|Publication number||US4181816 A|
|Application number||US 04/813,100|
|Publication date||Jan 1, 1980|
|Filing date||Apr 3, 1969|
|Priority date||Apr 10, 1968|
|Also published as||DE1917842A1, DE1917842B2, DE1917842C3|
|Publication number||04813100, 813100, US 4181816 A, US 4181816A, US-A-4181816, US4181816 A, US4181816A|
|Original Assignee||Thomson - Csf|
|Export Citation||BiBTeX, EndNote, RefMan|
|Patent Citations (5), Referenced by (7), Classifications (6)|
|External Links: USPTO, USPTO Assignment, Espacenet|
The present invention relates to an improvement in devices for generating pseudo-random sequences of binary digits, which devices find a particularly important application in key generators for cipher links.
It is well known that it is possible to set up a link of this kind using two identical, synchronized key generators, one located in the transmitter and the other in the receiver, the first producing in respect of each number representing a plain-language or "clear" character, another number known as the key number, which latter is combined with the first in order to form the number representing the enciphered letter, and the second producing the same key number, which is combined with the number representing the enciphered letter in order to reconstitute the number representing the clear letter.
The essential requirement which a key generator has to meet is therefore that of producing a sequence of key numbers of pseudo-random nature, that is to say which, while obeying strictly predetermined laws (and this is necessary for the sequences of key numbers delivered by the two key generators to be identical), nevertheless present the most unexpected appearance possible to a third party (and this is necessary where the secrecy of the link is concerned).
This result is arrived at through a step-by-step process, that is to say by improving the pseudo-random nature of successively generated sequences of numbers, in several stages.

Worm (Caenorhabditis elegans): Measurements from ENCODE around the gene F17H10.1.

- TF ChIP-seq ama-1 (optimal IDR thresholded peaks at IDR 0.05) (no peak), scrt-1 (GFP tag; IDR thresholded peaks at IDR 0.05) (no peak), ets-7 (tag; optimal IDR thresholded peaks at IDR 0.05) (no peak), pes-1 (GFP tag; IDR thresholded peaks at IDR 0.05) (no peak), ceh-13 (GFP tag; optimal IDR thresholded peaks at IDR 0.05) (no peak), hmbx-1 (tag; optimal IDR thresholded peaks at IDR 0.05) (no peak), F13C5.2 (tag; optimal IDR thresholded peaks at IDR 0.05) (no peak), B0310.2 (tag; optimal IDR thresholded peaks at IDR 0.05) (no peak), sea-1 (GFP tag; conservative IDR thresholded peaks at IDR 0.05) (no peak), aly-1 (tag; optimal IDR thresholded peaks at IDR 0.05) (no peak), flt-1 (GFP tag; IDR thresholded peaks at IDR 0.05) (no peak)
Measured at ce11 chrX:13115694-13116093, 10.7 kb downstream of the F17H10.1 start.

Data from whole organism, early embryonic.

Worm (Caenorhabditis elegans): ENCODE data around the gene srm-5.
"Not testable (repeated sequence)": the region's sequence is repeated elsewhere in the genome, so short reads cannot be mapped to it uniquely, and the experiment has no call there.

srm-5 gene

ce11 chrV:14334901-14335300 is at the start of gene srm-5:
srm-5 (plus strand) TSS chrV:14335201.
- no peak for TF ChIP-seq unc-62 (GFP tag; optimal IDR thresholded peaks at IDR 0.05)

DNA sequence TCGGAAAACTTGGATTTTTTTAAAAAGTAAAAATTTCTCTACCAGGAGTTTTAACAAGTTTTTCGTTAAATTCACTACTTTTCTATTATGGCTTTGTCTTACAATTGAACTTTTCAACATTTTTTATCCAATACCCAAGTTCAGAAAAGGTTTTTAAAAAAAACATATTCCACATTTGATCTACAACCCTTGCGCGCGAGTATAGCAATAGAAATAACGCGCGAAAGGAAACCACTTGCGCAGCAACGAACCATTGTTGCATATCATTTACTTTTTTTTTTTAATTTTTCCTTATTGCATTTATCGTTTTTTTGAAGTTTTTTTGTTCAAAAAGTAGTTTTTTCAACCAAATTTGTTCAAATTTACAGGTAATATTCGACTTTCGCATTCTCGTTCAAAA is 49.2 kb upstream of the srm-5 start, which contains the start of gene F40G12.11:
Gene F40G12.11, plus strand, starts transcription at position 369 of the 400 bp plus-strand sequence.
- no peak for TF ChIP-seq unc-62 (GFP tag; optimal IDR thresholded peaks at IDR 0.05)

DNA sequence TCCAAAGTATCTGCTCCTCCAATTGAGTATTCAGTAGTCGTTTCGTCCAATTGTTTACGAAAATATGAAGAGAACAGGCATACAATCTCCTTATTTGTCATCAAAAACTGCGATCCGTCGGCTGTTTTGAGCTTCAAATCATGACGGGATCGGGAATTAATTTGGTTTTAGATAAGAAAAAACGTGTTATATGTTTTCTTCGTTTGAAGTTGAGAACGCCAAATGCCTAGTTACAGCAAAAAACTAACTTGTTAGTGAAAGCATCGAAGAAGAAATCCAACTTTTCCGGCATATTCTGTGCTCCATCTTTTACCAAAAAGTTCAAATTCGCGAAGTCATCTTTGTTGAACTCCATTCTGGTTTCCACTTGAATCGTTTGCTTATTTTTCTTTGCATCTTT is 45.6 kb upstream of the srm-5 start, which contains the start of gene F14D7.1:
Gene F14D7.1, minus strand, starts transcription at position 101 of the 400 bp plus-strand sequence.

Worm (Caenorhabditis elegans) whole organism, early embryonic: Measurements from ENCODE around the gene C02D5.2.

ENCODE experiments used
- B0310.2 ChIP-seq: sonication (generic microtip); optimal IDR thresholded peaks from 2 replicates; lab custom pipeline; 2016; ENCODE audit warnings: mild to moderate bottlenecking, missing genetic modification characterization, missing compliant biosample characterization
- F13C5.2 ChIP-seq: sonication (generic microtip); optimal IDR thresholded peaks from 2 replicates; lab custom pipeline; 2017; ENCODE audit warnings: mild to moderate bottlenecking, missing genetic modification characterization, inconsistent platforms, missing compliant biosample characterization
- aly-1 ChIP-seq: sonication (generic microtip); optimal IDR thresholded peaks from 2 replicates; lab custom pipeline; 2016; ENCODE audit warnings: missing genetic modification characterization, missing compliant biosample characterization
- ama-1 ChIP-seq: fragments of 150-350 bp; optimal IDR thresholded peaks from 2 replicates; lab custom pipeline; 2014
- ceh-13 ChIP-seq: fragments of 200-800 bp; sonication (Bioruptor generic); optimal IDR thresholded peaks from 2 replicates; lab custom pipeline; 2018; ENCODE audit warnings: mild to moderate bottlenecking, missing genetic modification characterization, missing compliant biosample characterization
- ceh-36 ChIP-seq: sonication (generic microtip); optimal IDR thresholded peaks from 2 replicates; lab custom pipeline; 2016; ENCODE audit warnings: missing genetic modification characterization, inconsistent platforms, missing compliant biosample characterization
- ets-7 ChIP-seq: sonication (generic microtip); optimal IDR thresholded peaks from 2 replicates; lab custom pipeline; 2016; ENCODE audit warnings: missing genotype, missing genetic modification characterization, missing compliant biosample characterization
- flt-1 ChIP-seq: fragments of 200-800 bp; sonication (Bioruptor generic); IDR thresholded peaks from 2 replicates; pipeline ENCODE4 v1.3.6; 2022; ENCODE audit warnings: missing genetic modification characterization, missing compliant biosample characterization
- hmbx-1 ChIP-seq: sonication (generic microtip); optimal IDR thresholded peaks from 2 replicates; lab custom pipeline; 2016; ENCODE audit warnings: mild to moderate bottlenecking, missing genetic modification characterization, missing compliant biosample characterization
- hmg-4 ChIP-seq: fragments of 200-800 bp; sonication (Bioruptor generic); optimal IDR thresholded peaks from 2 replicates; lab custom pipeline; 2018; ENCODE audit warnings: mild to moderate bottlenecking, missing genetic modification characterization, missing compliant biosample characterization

Since a number is made up of digits, the problem comes back to one of generating sequences of pseudo random digits, which sequences must have the least possible degree of correlation between one another.
At this point, a number of terms and symbols utilized later on in the present description, will be defined.
A digit in a sequence will be designated by a letter carrying an index characteristic of the sequence, and a subscript characteristic of the position number of the digit in the sequence.
Two sequences of digits ai 1 and ai 2 will be referred to as simultaneous if, whatever i is, ai 1 and ai 2 appear simultaneously at two terminals of a circuit.
One of the known methods of obtaining from N simultaneous input sequences, N' simultaneous output sequences (N' generally being smaller than N) of improved pseudo-random character, consists in utilizing a switch having N signal inputs to which the N input sequences, which are preferably pseudo-random sequences, are applied, N' outputs, and a number of control inputs to which "pseudo-random" control signals are applied, which link each of the N' outputs to one of the N inputs.
In accordance with the present invention there is provided a device, having at least one output, for delivering thereto a pseudo-random sequence of digits, said device comprising: at least one switch having N signal inputs, C control inputs, and N' outputs, N, C and N' being positive integers; means for respectively applying to said N signal inputs the successive digits of N sequences respectively associated with said N signal inputs; and a control system, having C outputs, respectively connected to said C control inputs, for respectively delivering thereto C control signals for each group of N digits simultaneously applied to said N signal inputs, said control system having at least one input connected to one of said N' outputs for receiving therefrom successive input digits, and including delaying means for delaying the action of said input digits of said control system on said control signals.
An arrangement of this kind, as those skilled in the art will readily appreciate, makes it possible to achieve an improvement in the complexity of the output signals for a given number of originally available pseudo-random sequences.
For a better understanding of the invention and to show how the same may be carried into effect reference will be made to the drawing accompanying the following description and in which:
FIG. 1 is a diagram of a device which illustrates in a very simple manner the principle of the invention; and
FIG. 2 is the diagram of a device, which implements the invention in a more complex way.